By David Gill, reprinted from The 313.
Right now, after a year of pandemic-enforced distance-learning and distance-working for many of us, to speak of “hands-on” work seems more like a dream than a reality. It seems like most of the time our hands are on our keyboards while we sit in isolation. But how can we not recognize and stand up in grateful salute to all of our truly essential workers keeping our infrastructure working? Delivering the mail (and everything else), preparing food, fighting fires, manufacturing our vehicles, caring for our bodily health . . . thank God for these heroes.
But let’s take a deeper look. There are two accounts of creation in Genesis. In the first one, God creates by his word: “Let there be!” Out of the mind of God and his communication came a spectacular creation. But in the second account, God stoops to the earth and fashions a man out of dust, and a woman out of a rib, as the crown of all creation. Hands-on. Man and woman follow this same pattern: naming . . . but also cultivating the earth. When God arrives on our planet in Jesus Christ, he teaches and counsels and organizes . . . but also works as a carpenter, healer and wine-maker.
Just listen to these amazing scriptures:
“Let the favor of the Lord our God be upon us; And confirm for us the work of our hands; Yes, confirm the work of our hands”
“The LORD will open the heavens, the storehouse of his bounty, to send rain on your land in season and to bless all the work of your hands”
“Aspire to live quietly, and to mind your own affairs, and to work with your hands, as we instructed you”
First Thessalonians 4:11
“Let the thief no longer steal, but rather let him labor, doing honest work with his own hands, so that he may have something to share with anyone in need”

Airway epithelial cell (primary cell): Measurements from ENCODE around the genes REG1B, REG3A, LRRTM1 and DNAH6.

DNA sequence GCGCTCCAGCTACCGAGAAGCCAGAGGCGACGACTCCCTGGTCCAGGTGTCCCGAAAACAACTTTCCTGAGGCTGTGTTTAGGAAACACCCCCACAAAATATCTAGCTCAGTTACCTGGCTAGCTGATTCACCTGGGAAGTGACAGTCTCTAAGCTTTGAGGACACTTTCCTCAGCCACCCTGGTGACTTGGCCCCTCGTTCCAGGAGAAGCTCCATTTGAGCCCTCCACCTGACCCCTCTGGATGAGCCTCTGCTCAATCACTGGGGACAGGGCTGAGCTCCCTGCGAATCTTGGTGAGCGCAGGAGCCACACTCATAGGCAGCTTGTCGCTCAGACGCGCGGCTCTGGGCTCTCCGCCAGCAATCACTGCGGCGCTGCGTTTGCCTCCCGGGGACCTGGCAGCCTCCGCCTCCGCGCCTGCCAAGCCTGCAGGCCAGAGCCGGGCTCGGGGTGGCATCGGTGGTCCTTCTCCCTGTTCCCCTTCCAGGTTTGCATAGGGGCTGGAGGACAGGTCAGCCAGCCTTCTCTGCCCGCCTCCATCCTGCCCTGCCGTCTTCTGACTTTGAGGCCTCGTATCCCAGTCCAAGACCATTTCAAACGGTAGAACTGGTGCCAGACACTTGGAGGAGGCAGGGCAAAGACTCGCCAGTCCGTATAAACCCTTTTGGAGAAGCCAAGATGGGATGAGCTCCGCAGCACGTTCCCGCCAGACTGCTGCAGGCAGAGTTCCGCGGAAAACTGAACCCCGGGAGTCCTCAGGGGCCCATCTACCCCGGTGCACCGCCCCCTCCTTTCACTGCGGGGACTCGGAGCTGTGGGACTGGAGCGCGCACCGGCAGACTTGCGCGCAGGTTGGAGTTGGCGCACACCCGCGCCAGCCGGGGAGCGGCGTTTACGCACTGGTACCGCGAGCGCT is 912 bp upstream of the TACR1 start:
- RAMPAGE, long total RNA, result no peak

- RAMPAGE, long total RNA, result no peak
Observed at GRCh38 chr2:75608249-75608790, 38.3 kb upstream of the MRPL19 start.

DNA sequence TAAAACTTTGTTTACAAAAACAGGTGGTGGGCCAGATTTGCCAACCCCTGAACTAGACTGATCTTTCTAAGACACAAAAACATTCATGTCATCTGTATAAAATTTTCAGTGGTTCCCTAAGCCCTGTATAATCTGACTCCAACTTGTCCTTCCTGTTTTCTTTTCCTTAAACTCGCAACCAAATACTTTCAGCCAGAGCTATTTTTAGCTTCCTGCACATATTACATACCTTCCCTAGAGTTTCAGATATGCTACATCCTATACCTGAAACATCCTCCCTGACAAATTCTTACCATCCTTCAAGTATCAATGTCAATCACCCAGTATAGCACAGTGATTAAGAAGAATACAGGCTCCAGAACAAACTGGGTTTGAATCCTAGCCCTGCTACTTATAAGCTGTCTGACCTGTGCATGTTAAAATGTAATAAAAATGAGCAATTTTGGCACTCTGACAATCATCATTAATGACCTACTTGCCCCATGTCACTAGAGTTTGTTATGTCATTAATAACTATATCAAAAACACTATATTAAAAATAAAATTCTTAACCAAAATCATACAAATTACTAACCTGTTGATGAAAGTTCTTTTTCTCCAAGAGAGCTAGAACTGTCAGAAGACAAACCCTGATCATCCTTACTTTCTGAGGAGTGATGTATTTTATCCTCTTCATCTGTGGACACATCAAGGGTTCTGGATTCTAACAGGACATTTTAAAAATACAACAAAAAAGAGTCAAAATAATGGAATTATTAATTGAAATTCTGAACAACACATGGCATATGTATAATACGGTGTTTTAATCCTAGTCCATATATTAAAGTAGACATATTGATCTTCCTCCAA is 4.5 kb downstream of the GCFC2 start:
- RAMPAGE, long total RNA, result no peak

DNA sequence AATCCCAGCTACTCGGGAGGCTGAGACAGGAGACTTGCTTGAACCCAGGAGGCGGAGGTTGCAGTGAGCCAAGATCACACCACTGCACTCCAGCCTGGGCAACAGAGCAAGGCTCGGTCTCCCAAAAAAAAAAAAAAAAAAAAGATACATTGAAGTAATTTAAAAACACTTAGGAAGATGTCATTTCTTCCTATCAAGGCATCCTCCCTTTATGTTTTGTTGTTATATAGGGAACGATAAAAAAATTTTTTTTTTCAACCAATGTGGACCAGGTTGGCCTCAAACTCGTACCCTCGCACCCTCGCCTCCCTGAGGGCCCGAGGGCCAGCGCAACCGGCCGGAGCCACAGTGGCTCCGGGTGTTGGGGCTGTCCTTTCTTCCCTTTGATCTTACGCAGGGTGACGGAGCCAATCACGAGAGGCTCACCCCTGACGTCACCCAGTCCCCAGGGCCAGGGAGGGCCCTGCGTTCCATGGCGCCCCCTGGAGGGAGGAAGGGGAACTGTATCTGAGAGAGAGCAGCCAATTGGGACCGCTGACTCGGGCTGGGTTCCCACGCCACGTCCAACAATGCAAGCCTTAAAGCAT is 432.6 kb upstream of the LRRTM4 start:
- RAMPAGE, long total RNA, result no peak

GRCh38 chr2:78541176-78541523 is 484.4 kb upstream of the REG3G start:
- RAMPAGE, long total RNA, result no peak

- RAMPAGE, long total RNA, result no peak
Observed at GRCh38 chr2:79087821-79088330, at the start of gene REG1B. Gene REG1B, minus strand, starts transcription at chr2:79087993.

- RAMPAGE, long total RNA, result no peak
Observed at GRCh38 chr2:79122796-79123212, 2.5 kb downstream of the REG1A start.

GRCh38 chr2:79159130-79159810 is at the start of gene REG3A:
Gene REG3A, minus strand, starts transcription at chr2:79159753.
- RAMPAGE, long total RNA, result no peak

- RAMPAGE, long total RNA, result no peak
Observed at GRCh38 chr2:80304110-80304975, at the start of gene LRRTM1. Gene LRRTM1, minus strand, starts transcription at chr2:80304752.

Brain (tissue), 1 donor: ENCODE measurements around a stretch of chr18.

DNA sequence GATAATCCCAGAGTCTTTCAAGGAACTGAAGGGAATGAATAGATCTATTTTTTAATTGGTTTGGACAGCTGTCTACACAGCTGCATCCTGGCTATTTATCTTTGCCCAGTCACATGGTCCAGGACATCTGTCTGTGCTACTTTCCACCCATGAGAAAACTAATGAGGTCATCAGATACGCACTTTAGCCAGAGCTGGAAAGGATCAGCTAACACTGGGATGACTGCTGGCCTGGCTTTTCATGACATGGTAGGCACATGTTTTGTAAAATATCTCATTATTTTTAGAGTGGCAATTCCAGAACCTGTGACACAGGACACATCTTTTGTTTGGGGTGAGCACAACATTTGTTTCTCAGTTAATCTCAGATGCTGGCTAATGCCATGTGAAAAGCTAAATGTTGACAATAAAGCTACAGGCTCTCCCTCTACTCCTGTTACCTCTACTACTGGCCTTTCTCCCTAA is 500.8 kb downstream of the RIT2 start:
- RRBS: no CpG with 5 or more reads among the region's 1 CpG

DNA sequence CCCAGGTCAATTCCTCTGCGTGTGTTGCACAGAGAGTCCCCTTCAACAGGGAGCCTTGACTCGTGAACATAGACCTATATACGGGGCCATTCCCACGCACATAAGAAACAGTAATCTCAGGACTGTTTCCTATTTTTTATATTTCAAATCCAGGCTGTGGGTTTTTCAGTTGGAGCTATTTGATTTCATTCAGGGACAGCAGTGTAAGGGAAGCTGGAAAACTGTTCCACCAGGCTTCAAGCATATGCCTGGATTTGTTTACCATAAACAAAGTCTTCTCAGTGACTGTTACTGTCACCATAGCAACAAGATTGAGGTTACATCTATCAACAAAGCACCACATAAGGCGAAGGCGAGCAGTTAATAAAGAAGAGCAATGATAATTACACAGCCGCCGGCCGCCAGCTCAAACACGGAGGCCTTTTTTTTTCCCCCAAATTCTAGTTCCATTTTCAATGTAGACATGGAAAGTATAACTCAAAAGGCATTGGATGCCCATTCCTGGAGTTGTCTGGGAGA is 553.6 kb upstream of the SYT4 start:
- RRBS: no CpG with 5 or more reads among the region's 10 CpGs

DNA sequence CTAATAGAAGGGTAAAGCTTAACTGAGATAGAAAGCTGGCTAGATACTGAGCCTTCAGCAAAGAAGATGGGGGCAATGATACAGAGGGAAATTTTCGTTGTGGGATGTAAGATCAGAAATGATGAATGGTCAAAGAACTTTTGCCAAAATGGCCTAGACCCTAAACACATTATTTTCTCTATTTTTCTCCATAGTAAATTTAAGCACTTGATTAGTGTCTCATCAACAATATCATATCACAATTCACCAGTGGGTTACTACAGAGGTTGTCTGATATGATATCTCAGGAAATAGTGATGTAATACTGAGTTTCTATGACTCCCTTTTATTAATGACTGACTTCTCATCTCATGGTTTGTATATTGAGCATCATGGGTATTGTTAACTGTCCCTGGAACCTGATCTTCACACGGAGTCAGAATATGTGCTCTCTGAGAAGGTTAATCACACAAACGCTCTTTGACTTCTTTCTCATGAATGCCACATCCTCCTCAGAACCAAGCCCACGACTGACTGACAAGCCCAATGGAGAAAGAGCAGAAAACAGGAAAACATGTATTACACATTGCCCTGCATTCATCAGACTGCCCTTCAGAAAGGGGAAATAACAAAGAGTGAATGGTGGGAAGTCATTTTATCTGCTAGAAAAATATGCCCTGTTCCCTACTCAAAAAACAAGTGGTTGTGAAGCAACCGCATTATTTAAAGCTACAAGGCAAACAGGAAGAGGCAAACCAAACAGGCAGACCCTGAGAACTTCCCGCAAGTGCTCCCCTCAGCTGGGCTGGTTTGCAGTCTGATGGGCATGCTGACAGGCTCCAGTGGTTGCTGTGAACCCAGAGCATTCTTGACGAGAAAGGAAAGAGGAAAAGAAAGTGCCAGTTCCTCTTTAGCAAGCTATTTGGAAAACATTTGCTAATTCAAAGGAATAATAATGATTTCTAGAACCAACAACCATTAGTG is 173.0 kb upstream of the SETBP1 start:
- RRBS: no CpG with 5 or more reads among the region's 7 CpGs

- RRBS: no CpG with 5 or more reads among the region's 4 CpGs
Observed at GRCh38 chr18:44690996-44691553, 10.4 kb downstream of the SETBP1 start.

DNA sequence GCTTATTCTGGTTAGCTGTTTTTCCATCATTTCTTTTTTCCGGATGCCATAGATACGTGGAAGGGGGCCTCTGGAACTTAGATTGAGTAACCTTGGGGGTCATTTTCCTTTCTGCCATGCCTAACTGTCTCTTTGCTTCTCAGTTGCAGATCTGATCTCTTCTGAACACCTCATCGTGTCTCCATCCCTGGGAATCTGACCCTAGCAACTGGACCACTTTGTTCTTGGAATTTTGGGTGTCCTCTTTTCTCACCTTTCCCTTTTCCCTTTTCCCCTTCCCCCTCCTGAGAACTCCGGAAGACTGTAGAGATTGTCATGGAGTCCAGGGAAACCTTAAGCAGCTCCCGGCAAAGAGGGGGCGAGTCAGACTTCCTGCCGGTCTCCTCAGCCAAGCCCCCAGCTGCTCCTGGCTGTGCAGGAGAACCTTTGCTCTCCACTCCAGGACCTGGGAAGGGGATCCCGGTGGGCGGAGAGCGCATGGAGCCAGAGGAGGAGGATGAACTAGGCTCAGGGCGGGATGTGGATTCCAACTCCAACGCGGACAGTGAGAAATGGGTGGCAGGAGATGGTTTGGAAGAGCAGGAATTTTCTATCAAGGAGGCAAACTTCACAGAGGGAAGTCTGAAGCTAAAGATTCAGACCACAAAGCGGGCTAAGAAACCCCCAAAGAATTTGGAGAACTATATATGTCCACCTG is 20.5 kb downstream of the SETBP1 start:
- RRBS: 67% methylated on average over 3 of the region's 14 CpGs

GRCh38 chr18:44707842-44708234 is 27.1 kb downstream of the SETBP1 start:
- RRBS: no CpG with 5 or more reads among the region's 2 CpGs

Every man, woman and child is made in the image and likeness of a “hands-on” working God. It is in our nature, our DNA, to do this kind of work. It is dehumanizing to miss out on it. And it is heretical and faithless to downplay or ignore its dignity and value—and to fail to pray in church and in home for our bothers and sisters in the blue collar arenas.
The Bible cautions us not to go too far in the other direction and turn our work products into idols. Listen to the prophet Hosea: “Return, O Israel, to the Lord your God, . . . say no more, ‘Our God,’ to the work of our hands” (Hosea 14:1-3). God has given human beings so much talent that we can even be seduced by our machines, technologies, buildings and artworks into bowing down to them, praising and worshipping them, making them the center of our life and its meaning. Let’s not go there. No to idolatry. But today our problem may be more a matter of disrespect and unfairness toward blue collar work. Let’s turn that around. Respect and recognition. Fair wages and healthy working conditions. Better trade schools and more training in the crafts and construction and agriculture. Raise a Christian voice in the name of our hands-on worker God.
Speaking personally, my work and calling has been as a teacher, writer, and organizer. But my life would have been desperately impoverished if I hadn’t worked at a gas station and a factory for several years – and then on construction (and cooking!) projects related to the houses I lived in over the decades. I recommend it!